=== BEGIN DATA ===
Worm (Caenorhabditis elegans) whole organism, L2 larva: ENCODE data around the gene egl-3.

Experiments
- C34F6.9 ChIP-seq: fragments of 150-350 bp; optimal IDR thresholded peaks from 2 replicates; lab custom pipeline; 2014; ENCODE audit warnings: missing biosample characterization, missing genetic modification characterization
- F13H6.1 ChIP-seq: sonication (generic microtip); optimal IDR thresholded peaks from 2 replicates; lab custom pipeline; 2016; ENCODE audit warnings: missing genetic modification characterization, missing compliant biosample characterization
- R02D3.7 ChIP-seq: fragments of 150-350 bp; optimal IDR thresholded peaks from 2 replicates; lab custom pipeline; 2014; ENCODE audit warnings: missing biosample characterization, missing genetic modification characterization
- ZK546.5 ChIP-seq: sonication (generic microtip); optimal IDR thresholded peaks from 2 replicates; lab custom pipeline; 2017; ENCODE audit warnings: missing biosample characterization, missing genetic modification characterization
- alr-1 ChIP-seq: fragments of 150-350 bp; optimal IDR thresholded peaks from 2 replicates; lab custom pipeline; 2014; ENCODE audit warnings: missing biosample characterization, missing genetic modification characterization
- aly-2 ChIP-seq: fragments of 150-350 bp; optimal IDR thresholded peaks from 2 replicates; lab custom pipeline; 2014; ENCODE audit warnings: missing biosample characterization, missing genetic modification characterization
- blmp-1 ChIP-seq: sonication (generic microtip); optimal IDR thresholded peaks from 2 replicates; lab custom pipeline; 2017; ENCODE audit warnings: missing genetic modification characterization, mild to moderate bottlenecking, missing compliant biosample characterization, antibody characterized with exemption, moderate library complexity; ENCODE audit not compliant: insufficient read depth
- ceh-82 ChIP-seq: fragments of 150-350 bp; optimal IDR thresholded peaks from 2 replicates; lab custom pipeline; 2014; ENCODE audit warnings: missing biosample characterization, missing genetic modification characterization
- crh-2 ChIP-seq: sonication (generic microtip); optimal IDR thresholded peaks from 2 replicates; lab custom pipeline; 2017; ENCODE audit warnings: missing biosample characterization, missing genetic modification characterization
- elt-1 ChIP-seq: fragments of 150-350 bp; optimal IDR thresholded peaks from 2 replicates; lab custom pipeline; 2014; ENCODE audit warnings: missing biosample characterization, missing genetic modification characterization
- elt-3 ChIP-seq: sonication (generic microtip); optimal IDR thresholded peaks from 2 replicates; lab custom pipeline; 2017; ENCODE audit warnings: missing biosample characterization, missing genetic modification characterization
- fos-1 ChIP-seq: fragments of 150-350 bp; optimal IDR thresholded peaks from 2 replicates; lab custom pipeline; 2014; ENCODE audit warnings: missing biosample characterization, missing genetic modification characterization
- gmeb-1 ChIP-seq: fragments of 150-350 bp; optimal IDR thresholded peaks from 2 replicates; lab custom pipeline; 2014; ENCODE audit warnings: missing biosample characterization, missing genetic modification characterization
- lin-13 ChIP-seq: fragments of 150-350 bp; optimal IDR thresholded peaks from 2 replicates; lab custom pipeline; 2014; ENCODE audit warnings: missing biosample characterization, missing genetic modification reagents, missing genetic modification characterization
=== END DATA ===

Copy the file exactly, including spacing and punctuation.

Worm (Caenorhabditis elegans) whole organism, L2 larva: ENCODE data around the gene egl-3.

Experiments
- C34F6.9 ChIP-seq: fragments of 150-350 bp; optimal IDR thresholded peaks from 2 replicates; lab custom pipeline; 2014; ENCODE audit warnings: missing biosample characterization, missing genetic modification characterization
- F13H6.1 ChIP-seq: sonication (generic microtip); optimal IDR thresholded peaks from 2 replicates; lab custom pipeline; 2016; ENCODE audit warnings: missing genetic modification characterization, missing compliant biosample characterization
- R02D3.7 ChIP-seq: fragments of 150-350 bp; optimal IDR thresholded peaks from 2 replicates; lab custom pipeline; 2014; ENCODE audit warnings: missing biosample characterization, missing genetic modification characterization
- ZK546.5 ChIP-seq: sonication (generic microtip); optimal IDR thresholded peaks from 2 replicates; lab custom pipeline; 2017; ENCODE audit warnings: missing biosample characterization, missing genetic modification characterization
- alr-1 ChIP-seq: fragments of 150-350 bp; optimal IDR thresholded peaks from 2 replicates; lab custom pipeline; 2014; ENCODE audit warnings: missing biosample characterization, missing genetic modification characterization
- aly-2 ChIP-seq: fragments of 150-350 bp; optimal IDR thresholded peaks from 2 replicates; lab custom pipeline; 2014; ENCODE audit warnings: missing biosample characterization, missing genetic modification characterization
- blmp-1 ChIP-seq: sonication (generic microtip); optimal IDR thresholded peaks from 2 replicates; lab custom pipeline; 2017; ENCODE audit warnings: missing genetic modification characterization, mild to moderate bottlenecking, missing compliant biosample characterization, antibody characterized with exemption, moderate library complexity; ENCODE audit not compliant: insufficient read depth
- ceh-82 ChIP-seq: fragments of 150-350 bp; optimal IDR thresholded peaks from 2 replicates; lab custom pipeline; 2014; ENCODE audit warnings: missing biosample characterization, missing genetic modification characterization
- crh-2 ChIP-seq: sonication (generic microtip); optimal IDR thresholded peaks from 2 replicates; lab custom pipeline; 2017; ENCODE audit warnings: missing biosample characterization, missing genetic modification characterization
- elt-1 ChIP-seq: fragments of 150-350 bp; optimal IDR thresholded peaks from 2 replicates; lab custom pipeline; 2014; ENCODE audit warnings: missing biosample characterization, missing genetic modification characterization
- elt-3 ChIP-seq: sonication (generic microtip); optimal IDR thresholded peaks from 2 replicates; lab custom pipeline; 2017; ENCODE audit warnings: missing biosample characterization, missing genetic modification characterization
- fos-1 ChIP-seq: fragments of 150-350 bp; optimal IDR thresholded peaks from 2 replicates; lab custom pipeline; 2014; ENCODE audit warnings: missing biosample characterization, missing genetic modification characterization
- gmeb-1 ChIP-seq: fragments of 150-350 bp; optimal IDR thresholded peaks from 2 replicates; lab custom pipeline; 2014; ENCODE audit warnings: missing biosample characterization, missing genetic modification characterization
- lin-13 ChIP-seq: fragments of 150-350 bp; optimal IDR thresholded peaks from 2 replicates; lab custom pipeline; 2014; ENCODE audit warnings: missing biosample characterization, missing genetic modification reagents, missing genetic modification characterization